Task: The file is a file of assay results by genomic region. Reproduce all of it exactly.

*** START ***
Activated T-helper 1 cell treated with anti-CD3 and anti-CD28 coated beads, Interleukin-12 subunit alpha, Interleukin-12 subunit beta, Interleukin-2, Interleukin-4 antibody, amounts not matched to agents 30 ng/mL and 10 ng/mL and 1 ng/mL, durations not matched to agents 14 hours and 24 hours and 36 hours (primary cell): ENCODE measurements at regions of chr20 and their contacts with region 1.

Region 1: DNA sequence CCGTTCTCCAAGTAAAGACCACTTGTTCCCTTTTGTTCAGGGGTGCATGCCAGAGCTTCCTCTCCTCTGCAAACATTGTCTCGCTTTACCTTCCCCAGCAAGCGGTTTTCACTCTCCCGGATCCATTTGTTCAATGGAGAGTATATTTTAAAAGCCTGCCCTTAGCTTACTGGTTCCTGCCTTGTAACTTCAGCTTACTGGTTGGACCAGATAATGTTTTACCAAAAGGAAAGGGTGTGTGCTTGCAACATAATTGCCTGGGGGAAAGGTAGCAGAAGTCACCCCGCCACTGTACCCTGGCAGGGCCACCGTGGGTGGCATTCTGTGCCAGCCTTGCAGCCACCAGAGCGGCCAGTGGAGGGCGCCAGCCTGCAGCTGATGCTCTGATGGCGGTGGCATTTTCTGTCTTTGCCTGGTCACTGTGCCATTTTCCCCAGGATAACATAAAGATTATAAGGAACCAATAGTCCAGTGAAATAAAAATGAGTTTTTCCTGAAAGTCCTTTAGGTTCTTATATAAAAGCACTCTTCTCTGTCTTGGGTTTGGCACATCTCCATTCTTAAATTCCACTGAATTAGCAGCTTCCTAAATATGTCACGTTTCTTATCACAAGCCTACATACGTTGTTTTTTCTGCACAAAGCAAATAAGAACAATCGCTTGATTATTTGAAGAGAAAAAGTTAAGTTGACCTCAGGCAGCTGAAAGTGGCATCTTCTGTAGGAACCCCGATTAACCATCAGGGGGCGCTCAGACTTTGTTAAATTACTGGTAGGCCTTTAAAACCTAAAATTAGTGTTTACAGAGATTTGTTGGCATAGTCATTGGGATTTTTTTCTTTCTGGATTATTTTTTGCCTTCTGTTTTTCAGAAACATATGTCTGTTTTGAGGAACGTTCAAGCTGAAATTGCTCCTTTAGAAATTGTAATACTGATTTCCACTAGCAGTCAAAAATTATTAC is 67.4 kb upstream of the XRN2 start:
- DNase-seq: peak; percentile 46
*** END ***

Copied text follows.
Activated T-helper 1 cell treated with anti-CD3 and anti-CD28 coated beads, Interleukin-12 subunit alpha, Interleukin-12 subunit beta, Interleukin-2, Interleukin-4 antibody, amounts not matched to agents 30 ng/mL and 10 ng/mL and 1 ng/mL, durations not matched to agents 14 hours and 24 hours and 36 hours (primary cell): ENCODE measurements at regions of chr20 and their contacts with region 1.

Region 1: DNA sequence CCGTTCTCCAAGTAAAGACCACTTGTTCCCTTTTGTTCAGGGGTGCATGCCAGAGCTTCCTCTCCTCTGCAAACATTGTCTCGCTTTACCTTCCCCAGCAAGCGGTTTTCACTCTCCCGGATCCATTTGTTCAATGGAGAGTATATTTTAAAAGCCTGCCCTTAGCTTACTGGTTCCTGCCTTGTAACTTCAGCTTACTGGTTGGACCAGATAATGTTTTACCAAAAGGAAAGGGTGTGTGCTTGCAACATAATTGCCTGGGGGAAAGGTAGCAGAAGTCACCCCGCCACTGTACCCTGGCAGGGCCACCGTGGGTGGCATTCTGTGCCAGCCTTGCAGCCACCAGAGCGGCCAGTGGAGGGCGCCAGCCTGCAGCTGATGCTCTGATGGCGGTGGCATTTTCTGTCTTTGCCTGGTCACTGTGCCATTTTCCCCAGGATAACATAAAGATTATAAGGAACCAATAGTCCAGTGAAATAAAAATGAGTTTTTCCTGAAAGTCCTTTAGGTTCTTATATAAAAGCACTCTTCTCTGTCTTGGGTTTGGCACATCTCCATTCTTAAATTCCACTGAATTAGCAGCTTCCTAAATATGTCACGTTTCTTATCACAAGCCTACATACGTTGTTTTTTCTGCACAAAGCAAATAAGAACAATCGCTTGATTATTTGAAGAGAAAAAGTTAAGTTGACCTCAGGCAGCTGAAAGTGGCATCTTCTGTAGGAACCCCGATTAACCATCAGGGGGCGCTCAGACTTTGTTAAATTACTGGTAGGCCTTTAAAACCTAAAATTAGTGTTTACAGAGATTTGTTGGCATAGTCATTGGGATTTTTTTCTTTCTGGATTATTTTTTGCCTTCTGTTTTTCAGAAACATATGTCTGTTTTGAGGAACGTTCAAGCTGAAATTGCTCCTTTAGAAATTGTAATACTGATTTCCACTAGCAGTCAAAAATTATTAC is 67.4 kb upstream of the XRN2 start:
- DNase-seq: peak; percentile 46